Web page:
Dred Scott v. Sandford
United States Supreme Court
60 U.S. (19 How.) 393 (1857)
Dred Scott (plaintiff) was an African American man born a slave in Virginia in the late 1700s. In 1830, he was taken by his owners to Missouri and purchased by Army Major John Emerson in 1832. Emerson took Scott with him on various assignments in Illinois and Wisconsin Territory, areas that outlawed slavery based on Congress’s enactment of the Northwest Ordinance of 1787 and the Missouri Compromise of 1820. While in Wisconsin, Emerson allowed Scott to marry and later left Scott and his wife in Wisconsin when he was reassigned to Louisiana. While in Louisiana, Emerson married Eliza Irene Sandford. He then sent for Scott and his wife, who traveled to Louisiana to serve Emerson and his wife. After Emerson’s death in 1843, his widow inherited his estate, including Scott. Scott attempted to purchase his freedom from Emerson’s widow, but she refused. In 1846, Scott sued Emerson’s widow for the freedom of himself and his family, but the Missouri Supreme Court upheld their slavery. Scott brought suit again in 1853 in federal district court against John Sandford (defendant), executor of Emerson’s estate. The federal court relied on Missouri law to find that Scott was still a slave, and the Circuit Court of Appeals affirmed. Scott petitioned for certiorari in the United States Supreme Court.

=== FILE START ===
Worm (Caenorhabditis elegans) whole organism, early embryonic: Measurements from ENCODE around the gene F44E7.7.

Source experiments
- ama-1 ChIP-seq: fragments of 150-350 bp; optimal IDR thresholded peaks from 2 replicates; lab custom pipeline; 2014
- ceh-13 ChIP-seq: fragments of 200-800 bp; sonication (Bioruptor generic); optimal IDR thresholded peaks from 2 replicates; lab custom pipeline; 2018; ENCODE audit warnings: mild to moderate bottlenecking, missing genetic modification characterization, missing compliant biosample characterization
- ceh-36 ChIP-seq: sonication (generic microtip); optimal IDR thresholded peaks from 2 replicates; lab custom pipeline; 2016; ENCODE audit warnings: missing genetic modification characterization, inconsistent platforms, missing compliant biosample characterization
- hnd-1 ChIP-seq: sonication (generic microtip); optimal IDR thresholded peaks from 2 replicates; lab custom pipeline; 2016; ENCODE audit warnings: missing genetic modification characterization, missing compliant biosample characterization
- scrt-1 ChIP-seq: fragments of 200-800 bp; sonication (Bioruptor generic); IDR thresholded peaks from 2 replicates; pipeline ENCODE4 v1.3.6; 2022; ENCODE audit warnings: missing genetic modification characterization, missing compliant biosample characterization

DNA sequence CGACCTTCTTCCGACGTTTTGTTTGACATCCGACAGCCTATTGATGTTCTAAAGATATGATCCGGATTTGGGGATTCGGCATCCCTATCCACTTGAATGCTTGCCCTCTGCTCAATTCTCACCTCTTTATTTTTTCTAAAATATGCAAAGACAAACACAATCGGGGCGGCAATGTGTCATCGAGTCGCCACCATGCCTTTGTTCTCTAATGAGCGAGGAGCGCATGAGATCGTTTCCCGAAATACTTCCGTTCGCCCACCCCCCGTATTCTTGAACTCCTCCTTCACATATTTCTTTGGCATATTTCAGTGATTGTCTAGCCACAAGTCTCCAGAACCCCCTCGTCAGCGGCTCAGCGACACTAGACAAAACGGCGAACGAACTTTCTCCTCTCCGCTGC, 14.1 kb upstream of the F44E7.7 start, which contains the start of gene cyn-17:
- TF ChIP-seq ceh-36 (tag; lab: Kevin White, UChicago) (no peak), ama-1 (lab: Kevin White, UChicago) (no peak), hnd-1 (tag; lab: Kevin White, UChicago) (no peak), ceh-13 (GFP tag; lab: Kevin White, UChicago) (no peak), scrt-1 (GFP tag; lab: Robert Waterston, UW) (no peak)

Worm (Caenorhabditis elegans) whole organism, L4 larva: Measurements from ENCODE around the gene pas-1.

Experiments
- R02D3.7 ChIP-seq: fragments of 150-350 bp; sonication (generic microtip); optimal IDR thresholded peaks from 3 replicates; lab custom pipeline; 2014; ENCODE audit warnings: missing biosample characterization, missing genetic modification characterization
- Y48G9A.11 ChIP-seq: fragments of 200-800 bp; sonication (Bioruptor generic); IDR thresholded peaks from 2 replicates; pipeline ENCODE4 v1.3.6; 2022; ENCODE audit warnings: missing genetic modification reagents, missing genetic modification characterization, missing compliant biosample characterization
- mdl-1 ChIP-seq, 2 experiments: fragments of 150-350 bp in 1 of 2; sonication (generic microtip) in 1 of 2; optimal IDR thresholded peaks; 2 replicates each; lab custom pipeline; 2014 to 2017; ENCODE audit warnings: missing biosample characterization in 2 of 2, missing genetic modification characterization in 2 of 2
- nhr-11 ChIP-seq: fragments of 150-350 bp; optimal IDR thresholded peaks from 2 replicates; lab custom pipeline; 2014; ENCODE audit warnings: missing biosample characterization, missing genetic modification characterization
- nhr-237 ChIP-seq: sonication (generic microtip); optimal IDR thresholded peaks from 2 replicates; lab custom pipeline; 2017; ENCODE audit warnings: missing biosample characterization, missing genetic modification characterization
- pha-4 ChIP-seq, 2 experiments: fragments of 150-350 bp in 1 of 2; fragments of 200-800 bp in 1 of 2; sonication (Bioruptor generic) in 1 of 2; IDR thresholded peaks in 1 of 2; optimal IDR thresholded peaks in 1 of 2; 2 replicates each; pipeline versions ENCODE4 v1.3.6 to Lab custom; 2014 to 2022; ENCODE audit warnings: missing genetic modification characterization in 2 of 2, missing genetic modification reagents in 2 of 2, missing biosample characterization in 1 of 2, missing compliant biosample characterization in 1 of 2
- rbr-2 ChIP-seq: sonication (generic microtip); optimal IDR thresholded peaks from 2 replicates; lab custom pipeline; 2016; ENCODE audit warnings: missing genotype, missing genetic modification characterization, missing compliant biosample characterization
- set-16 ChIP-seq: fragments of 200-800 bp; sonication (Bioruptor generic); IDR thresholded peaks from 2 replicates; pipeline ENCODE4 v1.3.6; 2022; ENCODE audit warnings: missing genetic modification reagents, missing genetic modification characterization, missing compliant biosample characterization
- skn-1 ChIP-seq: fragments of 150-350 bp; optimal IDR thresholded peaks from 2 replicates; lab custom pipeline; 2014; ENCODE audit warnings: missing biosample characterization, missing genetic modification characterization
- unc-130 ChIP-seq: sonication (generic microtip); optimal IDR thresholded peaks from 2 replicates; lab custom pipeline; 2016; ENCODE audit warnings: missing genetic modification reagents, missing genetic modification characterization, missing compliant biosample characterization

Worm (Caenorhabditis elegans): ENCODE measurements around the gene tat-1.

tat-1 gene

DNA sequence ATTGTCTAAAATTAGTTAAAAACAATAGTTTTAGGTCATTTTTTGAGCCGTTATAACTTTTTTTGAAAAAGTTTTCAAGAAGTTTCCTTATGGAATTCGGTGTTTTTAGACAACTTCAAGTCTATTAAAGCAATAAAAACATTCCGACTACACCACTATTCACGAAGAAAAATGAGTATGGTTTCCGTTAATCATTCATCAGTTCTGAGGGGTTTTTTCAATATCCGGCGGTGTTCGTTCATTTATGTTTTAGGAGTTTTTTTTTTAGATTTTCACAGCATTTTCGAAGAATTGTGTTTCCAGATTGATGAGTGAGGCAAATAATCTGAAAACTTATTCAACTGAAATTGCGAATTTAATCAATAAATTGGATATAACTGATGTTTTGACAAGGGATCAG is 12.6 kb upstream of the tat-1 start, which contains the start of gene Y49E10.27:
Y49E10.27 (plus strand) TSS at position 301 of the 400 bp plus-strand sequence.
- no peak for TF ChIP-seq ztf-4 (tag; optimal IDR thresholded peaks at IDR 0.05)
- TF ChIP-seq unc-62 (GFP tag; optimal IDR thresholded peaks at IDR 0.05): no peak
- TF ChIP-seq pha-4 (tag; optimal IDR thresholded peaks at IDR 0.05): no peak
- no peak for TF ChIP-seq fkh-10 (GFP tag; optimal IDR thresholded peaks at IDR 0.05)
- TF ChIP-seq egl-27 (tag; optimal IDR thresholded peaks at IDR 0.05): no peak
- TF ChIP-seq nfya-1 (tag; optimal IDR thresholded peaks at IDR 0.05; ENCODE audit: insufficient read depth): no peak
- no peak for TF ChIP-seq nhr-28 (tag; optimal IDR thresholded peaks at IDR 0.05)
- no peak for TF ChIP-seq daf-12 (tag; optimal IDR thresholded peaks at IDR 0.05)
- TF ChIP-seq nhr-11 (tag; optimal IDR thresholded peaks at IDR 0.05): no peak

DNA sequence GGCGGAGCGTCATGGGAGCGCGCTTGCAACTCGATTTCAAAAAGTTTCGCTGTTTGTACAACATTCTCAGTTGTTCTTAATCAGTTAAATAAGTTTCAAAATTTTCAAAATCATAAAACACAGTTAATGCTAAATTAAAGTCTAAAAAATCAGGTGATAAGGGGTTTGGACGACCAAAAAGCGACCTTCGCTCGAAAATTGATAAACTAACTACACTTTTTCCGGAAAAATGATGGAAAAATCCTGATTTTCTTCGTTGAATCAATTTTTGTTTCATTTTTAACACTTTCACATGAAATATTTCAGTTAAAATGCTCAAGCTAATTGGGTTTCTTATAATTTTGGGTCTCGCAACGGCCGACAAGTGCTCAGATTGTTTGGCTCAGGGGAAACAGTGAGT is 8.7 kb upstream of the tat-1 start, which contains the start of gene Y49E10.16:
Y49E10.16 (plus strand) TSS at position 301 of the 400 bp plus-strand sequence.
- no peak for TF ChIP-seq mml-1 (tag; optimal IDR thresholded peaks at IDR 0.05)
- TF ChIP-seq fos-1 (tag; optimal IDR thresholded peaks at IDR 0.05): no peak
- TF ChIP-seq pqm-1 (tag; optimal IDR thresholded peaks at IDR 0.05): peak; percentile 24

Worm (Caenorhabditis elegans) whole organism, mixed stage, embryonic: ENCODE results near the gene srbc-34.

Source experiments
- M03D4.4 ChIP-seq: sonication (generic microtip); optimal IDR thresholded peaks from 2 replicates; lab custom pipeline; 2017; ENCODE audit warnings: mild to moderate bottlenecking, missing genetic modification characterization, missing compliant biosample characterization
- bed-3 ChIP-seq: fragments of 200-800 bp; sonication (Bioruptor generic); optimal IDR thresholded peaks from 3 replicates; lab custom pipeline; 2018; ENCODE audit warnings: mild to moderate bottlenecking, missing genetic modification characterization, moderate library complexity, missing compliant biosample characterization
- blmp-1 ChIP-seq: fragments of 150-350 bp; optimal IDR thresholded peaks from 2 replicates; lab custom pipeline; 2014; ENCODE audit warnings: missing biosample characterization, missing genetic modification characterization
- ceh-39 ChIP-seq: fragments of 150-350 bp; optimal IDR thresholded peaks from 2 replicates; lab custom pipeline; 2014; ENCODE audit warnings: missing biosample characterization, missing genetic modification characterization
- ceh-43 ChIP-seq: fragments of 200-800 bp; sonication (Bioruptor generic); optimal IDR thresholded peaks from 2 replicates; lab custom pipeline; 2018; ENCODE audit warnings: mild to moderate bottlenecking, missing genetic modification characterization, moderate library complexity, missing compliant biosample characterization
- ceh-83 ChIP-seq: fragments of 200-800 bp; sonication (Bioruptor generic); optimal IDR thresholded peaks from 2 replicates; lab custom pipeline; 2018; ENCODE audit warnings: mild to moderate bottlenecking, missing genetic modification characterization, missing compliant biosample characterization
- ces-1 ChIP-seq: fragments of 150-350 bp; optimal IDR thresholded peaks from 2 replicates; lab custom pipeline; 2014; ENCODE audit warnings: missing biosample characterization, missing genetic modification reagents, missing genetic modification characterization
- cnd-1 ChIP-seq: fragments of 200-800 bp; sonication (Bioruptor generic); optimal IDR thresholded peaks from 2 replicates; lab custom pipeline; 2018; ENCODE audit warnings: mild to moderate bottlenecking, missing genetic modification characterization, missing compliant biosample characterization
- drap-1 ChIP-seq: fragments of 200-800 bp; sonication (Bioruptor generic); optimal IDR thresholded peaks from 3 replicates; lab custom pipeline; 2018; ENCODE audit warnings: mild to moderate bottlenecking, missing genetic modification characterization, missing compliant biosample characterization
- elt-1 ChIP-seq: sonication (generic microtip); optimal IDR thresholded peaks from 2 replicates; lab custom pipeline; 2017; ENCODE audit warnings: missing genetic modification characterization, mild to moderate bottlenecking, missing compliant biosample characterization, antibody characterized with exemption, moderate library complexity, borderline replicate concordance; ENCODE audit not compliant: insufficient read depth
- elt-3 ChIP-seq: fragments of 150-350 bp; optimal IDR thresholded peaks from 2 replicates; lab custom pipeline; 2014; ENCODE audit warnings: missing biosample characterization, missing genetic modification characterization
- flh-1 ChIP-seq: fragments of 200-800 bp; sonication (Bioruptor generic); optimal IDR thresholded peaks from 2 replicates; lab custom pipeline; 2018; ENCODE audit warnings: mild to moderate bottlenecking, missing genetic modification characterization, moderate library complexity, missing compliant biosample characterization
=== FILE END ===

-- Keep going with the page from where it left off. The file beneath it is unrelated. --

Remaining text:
Rule of Law
Holding and Reasoning (Taney, C.J.)
Concurrence (Wayne, J.)
Concurrence (Campbell, J.)
Concurrence (Catron, J.)
Concurrence (Daniel, J.)
Concurrence (Nelson, J.)
Concurrence (Grier, J.)
Dissent (McLean, J.)
Dissent (Curtis, J.)
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